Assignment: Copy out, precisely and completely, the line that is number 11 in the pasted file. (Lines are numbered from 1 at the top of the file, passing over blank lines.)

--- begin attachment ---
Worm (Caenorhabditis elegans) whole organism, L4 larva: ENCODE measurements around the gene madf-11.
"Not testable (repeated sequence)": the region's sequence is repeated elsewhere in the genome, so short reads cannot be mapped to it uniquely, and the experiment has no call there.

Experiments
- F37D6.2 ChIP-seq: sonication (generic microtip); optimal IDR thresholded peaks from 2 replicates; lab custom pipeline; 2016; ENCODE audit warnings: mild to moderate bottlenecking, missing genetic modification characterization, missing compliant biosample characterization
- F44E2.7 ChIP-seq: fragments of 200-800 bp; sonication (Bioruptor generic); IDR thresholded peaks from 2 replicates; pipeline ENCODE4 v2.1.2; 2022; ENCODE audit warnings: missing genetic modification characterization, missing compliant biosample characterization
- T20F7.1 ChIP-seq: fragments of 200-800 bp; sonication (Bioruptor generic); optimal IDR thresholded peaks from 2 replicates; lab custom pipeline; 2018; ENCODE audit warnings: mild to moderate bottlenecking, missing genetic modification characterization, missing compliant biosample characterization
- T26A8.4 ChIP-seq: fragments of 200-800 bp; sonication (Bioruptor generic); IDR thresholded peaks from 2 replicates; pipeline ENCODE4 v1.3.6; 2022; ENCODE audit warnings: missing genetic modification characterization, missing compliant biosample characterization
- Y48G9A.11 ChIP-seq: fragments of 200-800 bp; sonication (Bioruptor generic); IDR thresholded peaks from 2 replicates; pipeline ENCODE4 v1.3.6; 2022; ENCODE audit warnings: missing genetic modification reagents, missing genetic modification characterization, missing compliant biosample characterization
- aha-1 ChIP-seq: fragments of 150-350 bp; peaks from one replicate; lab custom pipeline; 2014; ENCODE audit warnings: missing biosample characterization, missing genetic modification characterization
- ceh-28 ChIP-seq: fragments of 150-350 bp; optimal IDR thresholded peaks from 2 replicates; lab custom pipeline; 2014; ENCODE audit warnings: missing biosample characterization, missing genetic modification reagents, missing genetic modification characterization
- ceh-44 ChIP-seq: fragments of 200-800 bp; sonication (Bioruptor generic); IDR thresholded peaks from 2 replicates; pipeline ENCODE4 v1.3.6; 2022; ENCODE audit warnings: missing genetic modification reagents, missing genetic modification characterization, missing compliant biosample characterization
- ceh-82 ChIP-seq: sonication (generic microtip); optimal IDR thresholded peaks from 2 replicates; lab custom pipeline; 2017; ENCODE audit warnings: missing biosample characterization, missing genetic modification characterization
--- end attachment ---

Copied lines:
- ceh-44 ChIP-seq: fragments of 200-800 bp; sonication (Bioruptor generic); IDR thresholded peaks from 2 replicates; pipeline ENCODE4 v1.3.6; 2022; ENCODE audit warnings: missing genetic modification reagents, missing genetic modification characterization, missing compliant biosample characterization